What is your next adventure?
Immediately after I graduate I will go to Iceland with my sister for a little vacation. I'm a huge fan of plasma (my job at NASA has been as a plasma propulsion engineer) so I want to see the Northern Lights - a big plume of plasma, really. And it will be dark for so long - the perfect backdrop. Then, I'll return to do my fourth rotation at NASA Glenn until the fall, when I plan to go to graduate school.
What about your next adventure are you most looking forward to?
I want to be a grad student -- to have my own engine and my own projects. It sounds like a small thing, but once I receive a fellowship and can use resources and run things. I'll continue at NASA, where I can continue to play with big engines
Did you have any previous co-op, internship, or research experience in this area?
I've done six rotations at NASA - two at NASA Johnson, three at NASA Glenn, and one at NASA Marshall. Each center has a different focus. I'm about to do another one at Glenn which focuses on research. I love research. But, fundamentally, I like NASA's goal, which is to make discoveries, not profit. I've gotten offers from private industry, and I've tried to consider them, to be well-rounded, but I genuinely appreciate NASA.
Research has been my passion, but if you look at what I've done, you might think it's been kind of scattered. Actually, each research project got me closer to to what I do and do not like, and I learned so much from the people who mentored me.
I started freshman year doing research in artificial intelligence with a cognitive psychology and neuroscience professor. It was fascinating, but it was all computers and machine learning and I wanted to have a more hands-on experience...so the best day of my freshman year was when Dr. Saleh approached me after my Intro AE class and asked me if I wanted to do research on cratering records for solar systems bodies. We looked at more fundamental planetary problems and I learned a lot. My sophomore year I had my first foray into fixed wing vehicles when I worked with Dr. Elena Garcia in the ASDL. I had always been surrounded by space people before, and that's where I was eventually headed, but this research introduced me to electric propulsion. This past semester, I asked Dr. Walker if I could work with him, and he set me up with a grad student to discuss what I wanted to do. Afterwards, he set me up with a project that, during my first week, made me pull an all-nighter because we'd found an anomaly in the thruster. That's part of what you have to expect with experimental. It's unpredictable. It's not like analysis, where you can put the equation to bed for the night and it will be the same in the morning. With engines, you have to make sure you are there to make sure the throttling levels and temperatures and pressure levels are right. The great thing is, I've grown into this type of research. I feel like I"ve been there longer than I have,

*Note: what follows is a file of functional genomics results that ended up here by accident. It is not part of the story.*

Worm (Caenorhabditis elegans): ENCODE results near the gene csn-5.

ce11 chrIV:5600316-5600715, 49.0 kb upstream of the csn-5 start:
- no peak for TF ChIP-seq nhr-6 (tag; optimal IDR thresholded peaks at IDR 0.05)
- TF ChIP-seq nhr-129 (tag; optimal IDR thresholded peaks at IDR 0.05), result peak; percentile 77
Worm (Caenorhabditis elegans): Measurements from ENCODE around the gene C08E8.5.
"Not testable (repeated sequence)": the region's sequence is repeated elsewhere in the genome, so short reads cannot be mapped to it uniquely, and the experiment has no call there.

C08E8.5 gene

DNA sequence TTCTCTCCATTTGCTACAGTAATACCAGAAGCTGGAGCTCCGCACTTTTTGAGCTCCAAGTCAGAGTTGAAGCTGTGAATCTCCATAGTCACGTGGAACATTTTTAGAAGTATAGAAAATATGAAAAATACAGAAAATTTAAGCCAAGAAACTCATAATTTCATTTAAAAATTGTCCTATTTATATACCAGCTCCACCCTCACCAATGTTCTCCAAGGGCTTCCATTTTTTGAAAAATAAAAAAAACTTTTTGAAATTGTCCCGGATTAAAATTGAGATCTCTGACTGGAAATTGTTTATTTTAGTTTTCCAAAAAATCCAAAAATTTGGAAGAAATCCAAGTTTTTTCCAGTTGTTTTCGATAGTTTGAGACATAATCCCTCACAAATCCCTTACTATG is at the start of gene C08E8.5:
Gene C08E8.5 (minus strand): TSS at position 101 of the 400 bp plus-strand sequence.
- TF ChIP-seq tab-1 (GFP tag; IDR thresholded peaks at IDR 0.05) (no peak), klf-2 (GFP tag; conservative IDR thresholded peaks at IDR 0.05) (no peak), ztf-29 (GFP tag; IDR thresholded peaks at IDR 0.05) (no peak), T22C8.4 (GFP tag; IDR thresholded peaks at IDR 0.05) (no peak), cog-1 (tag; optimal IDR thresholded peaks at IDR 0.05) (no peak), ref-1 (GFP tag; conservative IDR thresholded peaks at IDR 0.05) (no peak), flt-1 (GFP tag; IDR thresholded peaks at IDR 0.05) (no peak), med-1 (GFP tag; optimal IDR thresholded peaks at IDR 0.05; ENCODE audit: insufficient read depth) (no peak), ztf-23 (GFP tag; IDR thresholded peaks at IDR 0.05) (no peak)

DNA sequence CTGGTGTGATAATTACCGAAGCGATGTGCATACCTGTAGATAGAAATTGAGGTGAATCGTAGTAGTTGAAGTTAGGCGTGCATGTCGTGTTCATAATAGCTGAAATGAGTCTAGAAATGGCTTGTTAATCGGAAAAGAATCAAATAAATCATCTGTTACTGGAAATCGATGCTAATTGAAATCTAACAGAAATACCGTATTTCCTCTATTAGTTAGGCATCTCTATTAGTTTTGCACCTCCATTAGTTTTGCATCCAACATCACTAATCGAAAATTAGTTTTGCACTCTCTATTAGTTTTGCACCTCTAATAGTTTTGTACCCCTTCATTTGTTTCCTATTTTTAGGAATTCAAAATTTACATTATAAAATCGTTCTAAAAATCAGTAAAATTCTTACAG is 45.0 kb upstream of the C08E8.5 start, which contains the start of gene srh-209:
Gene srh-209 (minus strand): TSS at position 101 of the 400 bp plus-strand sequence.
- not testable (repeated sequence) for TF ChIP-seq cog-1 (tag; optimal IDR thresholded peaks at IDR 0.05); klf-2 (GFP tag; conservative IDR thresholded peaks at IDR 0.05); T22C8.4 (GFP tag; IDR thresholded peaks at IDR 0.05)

How did your educational experience at GT-AE help you achieve that goal?
A big part of what helped me was my confidence in the faculty. Throughout my time at Tech, there's always been a door open to me. Dr. Saleh has been an amazing role model - I still go to him for advice.
Another thing that's helped me is a new organization - Women of Aerospace Engineering - that is establishing a consistent community to support women in the department. They are smart, and they are good to turn to for support.
What advice would you give to an underclassman who would like to follow the same path?
Go places that make yourself uncomfortable. Fake it til you make it.
So many things I've tried at Tech scared me at first. For instance, Dr. Walker is so well-respected, so intelligent, and so involved in this discipline, I had to give myself a pep talk before I could ask him about research.
Don't wait. You are never 100 percent ready for anything you try. You still need to try it. For me, it often resulted in my being the youngest or least-prepared person in the room. But, then, the challenge was to get up to speed. And you can do that.
I don't know who said it, but I'll repeat it: if you are the smartest person in the room, you are in the wrong room.